The compositions of the present invention may be a simple mixture of Components (a) and (b) or a more intimate blend of the components. Various conventional means may be employed to provide a substantially uniform mixture of Components (a) and (b). More intimate mixing can be achieved by melt blending, that is, by intensive mixing or blending of the materials in molten states under a high shear rate. Conventional means well known to those skilled in the art for intimately mixing plastics may be employed, for example, reciprocating screw injection molding, single or twin screw extrusion, and roll milling.
The following Examples are provided to illustrate the present invention and are not to be construed as limiting in any way. Unless otherwise indicated, parts and percentages are expressed in terms of weight.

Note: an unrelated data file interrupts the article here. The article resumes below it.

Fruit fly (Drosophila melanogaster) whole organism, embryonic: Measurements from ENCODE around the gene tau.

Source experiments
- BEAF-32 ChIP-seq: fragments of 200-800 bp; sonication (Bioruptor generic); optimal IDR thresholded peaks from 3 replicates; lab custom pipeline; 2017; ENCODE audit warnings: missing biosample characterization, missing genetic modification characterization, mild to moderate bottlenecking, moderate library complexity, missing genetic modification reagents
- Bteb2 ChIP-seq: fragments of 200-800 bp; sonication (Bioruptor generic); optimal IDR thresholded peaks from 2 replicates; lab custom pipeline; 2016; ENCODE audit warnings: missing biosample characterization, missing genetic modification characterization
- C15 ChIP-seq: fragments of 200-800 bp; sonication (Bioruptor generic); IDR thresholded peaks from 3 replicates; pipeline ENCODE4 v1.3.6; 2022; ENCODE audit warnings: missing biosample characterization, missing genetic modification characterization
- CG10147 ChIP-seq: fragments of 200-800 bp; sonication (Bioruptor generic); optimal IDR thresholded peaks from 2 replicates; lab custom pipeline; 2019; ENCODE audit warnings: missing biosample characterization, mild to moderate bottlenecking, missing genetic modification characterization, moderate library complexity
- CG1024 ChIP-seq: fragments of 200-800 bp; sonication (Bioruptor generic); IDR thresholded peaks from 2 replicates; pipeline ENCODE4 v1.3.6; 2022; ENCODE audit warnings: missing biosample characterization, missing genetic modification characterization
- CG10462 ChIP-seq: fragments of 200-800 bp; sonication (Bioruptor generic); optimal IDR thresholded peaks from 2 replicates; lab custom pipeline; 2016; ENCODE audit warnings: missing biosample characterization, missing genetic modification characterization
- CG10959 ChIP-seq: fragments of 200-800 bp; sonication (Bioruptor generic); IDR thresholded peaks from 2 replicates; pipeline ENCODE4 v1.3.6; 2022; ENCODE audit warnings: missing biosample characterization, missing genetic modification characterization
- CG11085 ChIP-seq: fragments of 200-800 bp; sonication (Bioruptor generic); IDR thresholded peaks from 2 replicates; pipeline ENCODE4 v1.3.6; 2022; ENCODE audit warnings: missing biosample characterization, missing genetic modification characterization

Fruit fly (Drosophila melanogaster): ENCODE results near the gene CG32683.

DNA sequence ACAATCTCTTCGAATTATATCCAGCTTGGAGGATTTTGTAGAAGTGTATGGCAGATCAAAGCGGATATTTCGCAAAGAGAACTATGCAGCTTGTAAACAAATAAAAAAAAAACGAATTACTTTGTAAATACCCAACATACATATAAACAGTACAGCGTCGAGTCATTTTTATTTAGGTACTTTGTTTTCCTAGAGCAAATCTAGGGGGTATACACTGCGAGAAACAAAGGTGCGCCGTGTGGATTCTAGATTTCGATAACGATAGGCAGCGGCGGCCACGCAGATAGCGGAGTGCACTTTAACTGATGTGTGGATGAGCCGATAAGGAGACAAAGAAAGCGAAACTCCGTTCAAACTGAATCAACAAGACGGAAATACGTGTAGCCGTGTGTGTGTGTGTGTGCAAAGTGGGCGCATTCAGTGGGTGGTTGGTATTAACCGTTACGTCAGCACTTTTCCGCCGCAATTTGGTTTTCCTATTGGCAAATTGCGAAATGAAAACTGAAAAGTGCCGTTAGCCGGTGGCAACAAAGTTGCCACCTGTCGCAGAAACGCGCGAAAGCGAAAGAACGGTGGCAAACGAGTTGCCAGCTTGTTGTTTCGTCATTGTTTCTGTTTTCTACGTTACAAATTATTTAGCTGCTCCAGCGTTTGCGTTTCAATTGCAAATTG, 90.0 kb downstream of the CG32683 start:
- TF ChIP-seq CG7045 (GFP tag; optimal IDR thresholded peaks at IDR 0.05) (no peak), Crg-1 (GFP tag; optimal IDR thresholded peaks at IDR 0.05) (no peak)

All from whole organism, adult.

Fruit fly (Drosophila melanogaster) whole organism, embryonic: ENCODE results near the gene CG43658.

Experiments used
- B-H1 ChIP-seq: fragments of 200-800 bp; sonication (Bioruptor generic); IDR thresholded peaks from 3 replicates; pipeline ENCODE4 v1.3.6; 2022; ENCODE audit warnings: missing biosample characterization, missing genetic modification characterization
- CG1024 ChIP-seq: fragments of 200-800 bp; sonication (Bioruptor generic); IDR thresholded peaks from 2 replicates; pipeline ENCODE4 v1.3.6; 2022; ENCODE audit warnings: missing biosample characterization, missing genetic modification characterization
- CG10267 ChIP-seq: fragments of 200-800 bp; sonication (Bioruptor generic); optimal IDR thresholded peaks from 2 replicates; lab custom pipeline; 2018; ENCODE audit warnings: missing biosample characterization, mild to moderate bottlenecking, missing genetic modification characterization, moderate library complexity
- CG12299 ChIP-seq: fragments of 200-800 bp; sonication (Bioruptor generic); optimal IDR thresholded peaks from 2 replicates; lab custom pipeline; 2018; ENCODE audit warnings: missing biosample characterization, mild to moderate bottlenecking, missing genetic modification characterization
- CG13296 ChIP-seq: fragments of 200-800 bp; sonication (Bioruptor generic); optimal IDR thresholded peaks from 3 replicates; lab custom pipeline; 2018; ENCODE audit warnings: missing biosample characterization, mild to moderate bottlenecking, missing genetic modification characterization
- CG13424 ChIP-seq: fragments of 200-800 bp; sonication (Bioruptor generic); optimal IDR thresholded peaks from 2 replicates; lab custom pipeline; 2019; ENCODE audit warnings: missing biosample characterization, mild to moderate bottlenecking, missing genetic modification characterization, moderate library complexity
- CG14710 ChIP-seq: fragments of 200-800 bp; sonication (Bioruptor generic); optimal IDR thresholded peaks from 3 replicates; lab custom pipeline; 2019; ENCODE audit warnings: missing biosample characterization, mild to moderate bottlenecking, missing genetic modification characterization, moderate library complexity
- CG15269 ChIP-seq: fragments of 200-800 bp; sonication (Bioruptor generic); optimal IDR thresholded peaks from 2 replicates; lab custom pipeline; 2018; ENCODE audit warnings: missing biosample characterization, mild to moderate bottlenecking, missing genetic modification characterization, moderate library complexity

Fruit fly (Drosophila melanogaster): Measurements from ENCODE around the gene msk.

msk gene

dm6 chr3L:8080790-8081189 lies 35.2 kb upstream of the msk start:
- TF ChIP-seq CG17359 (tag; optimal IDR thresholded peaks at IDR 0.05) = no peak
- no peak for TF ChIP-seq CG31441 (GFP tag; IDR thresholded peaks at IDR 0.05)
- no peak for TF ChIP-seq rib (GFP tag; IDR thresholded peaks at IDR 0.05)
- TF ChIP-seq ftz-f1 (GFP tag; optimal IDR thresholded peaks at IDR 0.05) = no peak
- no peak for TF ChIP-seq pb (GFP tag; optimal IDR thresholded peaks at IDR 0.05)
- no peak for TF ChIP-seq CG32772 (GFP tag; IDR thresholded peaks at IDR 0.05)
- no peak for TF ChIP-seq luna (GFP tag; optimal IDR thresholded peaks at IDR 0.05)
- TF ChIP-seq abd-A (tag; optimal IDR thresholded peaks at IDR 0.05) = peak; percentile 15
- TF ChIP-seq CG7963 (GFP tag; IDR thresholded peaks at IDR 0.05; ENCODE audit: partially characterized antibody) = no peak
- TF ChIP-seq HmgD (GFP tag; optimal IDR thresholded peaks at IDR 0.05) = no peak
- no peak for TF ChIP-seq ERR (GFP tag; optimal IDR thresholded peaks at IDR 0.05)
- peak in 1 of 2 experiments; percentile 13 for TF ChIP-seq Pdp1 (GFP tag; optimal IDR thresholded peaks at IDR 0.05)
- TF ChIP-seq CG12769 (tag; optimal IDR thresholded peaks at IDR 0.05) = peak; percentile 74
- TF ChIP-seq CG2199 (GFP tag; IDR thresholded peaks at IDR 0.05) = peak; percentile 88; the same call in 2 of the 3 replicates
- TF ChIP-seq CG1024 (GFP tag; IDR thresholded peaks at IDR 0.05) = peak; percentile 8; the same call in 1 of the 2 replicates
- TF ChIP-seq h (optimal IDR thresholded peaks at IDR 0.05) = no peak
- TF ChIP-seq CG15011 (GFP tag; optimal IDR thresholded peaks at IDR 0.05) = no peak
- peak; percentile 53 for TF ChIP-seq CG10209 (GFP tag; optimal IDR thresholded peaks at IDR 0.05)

Examples 1 through 6 illustrate the preparation of block polymers useful in the practice of the present invention. These block polymers were prepared from caprolactam and poly(propylene oxide) diol with the percent by weight of the poly(propylene oxide) diol varying between 20 and 55 percent of the final block polymer. Polyol solutions used in the preparation of Examples 1 through 6 were prepared by melting and mixing together the poly(propylene oxide)diol, caprolactam, and FLECTOL®H (an antioxidant) and then removing by vacuum distillation 100 parts by weight of the caprolactam prior to adding isophthaloyl bis-caprolactam and decyl alcohol. The amount of ingredients used to prepare each Example is shown below in parts by weight in Table I. This polyol solution was maintained at 90° C.